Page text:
Branding terror! Tesco flogs off 'ISIS' TVs, while Downton Abbey kills off poorly-named pooch

Branding terror! Tesco flogs off 'ISIS' TVs, while Downton Abbey kills off poorly-named pooch
Supermarket giant Tesco has slashed the price of ISIS-brand television sets, it has been revealed. The retailer denies the price cuts are linked to negative connotations with terrorist group Islamic State (also known by the acronym ISIS).

The electronics products are being sold at hugely reduced prices, and Tesco has removed the items from its website.

The ISIS 28 and 22 inch LED TVs, which would usually cost £179 and £129, have been reduced to £89 and £64, respectively, as part of a special offer.

One shopper told The Mirror: “I don’t remember many being left. It seemed cheap for what they were.” She added: “They were undoubtedly reduced because they had the name of a terror group written all over it.”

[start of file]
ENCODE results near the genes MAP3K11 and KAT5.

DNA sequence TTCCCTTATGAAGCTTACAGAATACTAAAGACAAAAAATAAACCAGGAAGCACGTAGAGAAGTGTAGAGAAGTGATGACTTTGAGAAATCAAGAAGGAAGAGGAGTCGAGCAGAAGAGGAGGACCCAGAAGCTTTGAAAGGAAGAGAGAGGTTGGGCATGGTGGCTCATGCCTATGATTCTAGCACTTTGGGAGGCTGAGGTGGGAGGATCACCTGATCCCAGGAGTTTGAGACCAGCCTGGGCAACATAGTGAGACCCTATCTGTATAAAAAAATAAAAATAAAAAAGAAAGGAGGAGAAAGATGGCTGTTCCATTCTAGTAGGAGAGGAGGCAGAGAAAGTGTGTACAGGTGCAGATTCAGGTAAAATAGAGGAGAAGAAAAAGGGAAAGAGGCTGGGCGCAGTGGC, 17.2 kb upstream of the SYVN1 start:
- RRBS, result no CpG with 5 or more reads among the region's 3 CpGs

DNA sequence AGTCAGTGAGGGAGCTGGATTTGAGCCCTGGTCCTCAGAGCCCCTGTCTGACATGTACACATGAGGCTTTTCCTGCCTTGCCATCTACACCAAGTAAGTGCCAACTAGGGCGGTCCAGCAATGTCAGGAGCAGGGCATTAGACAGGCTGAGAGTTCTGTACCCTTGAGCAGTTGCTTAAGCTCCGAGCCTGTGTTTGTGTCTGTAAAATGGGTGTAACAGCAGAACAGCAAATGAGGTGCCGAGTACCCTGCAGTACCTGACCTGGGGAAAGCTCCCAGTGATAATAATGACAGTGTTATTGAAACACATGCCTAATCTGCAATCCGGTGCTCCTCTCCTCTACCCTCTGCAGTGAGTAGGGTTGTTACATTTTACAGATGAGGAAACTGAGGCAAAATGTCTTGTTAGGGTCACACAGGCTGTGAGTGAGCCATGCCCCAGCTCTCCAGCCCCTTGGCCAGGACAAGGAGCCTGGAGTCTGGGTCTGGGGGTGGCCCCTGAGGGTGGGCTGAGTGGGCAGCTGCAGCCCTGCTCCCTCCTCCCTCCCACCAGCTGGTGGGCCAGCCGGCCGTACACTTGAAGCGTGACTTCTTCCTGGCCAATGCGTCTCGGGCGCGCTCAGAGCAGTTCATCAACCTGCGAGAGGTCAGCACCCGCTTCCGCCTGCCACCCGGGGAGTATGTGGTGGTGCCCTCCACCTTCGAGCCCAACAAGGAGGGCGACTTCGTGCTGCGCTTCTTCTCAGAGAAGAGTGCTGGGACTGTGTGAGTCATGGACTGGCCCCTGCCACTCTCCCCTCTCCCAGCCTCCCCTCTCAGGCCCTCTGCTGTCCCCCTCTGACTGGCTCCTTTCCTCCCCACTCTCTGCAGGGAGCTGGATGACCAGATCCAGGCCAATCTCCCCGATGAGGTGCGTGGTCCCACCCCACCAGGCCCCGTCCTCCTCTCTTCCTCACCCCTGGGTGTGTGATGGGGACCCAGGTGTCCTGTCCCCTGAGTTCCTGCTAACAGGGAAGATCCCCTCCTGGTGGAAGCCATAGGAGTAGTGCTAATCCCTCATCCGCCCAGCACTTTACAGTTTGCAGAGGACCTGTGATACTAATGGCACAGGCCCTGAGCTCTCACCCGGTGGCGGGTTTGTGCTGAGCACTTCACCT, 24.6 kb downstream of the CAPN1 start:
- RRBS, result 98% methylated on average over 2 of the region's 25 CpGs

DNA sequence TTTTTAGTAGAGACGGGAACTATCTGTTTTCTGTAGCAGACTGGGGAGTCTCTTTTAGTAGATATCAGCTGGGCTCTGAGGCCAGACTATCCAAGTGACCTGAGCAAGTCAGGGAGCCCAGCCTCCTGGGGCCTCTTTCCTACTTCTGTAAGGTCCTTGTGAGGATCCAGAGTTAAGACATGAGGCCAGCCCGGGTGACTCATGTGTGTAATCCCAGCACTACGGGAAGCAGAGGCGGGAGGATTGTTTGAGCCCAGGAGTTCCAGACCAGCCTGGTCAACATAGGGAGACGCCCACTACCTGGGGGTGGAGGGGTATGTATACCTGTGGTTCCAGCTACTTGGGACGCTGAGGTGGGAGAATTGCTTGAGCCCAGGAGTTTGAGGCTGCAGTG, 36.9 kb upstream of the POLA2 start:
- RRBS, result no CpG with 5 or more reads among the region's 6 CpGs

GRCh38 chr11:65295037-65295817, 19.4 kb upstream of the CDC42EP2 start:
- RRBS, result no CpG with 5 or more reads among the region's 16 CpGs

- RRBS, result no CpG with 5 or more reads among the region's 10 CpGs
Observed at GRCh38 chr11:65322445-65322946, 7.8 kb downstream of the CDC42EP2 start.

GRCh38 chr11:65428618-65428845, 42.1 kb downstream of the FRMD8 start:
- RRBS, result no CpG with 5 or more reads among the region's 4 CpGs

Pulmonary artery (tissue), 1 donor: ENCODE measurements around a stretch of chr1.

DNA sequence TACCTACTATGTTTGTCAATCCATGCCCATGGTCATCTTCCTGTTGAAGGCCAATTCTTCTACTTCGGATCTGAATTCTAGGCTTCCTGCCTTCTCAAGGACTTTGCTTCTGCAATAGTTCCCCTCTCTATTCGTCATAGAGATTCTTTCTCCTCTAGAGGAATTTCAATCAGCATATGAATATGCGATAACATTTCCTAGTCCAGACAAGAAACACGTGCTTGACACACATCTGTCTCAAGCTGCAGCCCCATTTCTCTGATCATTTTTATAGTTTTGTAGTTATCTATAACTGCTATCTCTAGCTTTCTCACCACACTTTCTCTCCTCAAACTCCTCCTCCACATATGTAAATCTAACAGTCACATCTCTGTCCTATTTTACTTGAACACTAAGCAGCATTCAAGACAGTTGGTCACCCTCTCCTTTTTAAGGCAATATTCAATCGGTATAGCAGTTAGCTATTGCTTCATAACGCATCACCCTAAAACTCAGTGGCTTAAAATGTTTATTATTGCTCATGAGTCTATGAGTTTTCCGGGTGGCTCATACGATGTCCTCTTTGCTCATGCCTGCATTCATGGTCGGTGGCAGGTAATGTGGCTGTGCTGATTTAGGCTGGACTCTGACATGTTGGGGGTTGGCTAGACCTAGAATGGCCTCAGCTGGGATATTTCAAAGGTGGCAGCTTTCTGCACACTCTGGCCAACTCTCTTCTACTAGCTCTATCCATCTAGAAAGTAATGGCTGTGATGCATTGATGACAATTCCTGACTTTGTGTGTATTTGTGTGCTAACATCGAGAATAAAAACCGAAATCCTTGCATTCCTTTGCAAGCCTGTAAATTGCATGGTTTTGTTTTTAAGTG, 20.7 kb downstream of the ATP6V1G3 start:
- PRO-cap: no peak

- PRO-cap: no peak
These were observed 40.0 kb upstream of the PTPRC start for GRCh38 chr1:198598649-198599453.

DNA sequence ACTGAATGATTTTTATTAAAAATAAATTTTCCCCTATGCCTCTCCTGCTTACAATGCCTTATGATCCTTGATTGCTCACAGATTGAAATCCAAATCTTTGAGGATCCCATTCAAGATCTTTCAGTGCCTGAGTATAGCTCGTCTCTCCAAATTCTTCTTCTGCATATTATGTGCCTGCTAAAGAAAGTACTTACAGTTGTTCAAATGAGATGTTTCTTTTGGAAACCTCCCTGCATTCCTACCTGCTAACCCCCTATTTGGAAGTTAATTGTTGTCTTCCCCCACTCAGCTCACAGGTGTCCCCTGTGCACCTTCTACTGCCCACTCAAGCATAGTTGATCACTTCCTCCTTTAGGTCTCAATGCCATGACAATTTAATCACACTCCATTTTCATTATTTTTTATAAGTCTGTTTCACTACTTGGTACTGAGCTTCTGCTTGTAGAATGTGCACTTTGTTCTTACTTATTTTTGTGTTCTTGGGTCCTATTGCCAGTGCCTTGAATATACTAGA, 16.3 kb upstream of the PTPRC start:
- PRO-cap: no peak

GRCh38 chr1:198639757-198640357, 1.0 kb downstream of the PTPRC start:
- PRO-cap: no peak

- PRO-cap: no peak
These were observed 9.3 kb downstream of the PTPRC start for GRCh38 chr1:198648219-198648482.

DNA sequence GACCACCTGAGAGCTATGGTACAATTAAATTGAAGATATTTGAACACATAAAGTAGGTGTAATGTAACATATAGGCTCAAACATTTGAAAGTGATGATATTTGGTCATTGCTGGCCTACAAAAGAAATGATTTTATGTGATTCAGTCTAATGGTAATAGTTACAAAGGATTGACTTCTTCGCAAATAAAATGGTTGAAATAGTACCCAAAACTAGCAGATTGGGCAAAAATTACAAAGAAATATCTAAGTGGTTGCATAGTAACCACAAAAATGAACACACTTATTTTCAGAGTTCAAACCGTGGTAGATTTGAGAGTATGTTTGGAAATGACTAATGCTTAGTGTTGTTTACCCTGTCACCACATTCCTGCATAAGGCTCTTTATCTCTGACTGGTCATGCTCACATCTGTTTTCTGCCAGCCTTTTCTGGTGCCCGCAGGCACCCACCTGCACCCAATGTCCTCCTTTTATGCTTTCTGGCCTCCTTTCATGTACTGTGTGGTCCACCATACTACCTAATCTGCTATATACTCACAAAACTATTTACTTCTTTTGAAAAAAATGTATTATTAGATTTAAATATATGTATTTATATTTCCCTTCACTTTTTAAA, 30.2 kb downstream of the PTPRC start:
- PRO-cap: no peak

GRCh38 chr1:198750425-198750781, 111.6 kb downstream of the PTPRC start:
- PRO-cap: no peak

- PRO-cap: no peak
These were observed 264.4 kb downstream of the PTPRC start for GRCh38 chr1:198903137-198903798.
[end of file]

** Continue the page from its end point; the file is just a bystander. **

Tesco denied any link, saying:“We have a number of televisions that we have on promotion. This is has nothing to do with the terrorist group.”

Islamic State, or ISIS, are responsible for the execution of British aid workers Alan Henning and David Haines.

Reuters / Alaa Al-Marjani

Negative associations attached to the name of ISIS have stretched beyond the world of retail branding, causing difficulty for television writers, too.

On November 2, Downton Abbey’s beloved dog, incidentally named Isis, was killed off in what viewers claimed was a political statement against the terrorist organization.

Programme makers ITV, however, denied that the dog’s untimely demise was linked to Islamic State, and said that “storylines for Downton Abbey Series 5 were written last year and filmed earlier this year.”

The television series Archer was also forced to cut the spy agency International Secret Intelligence Service (ISIS) from the show.

The name Isis, which originally referred to the Egyptian goddess of motherhood, nature and magic, was also the name of a hardcore/metal band. The musicians, who have not played together since 2010, were forced to remove and moderate offensive comments on their Facebook page after users mistook them for Islamic State.

A café in Manchester formerly known as Isis was forced to change its name to Thairish (a fusion of Thai and Irish cuisine) after parallels were drawn between them and the militant jihadist group.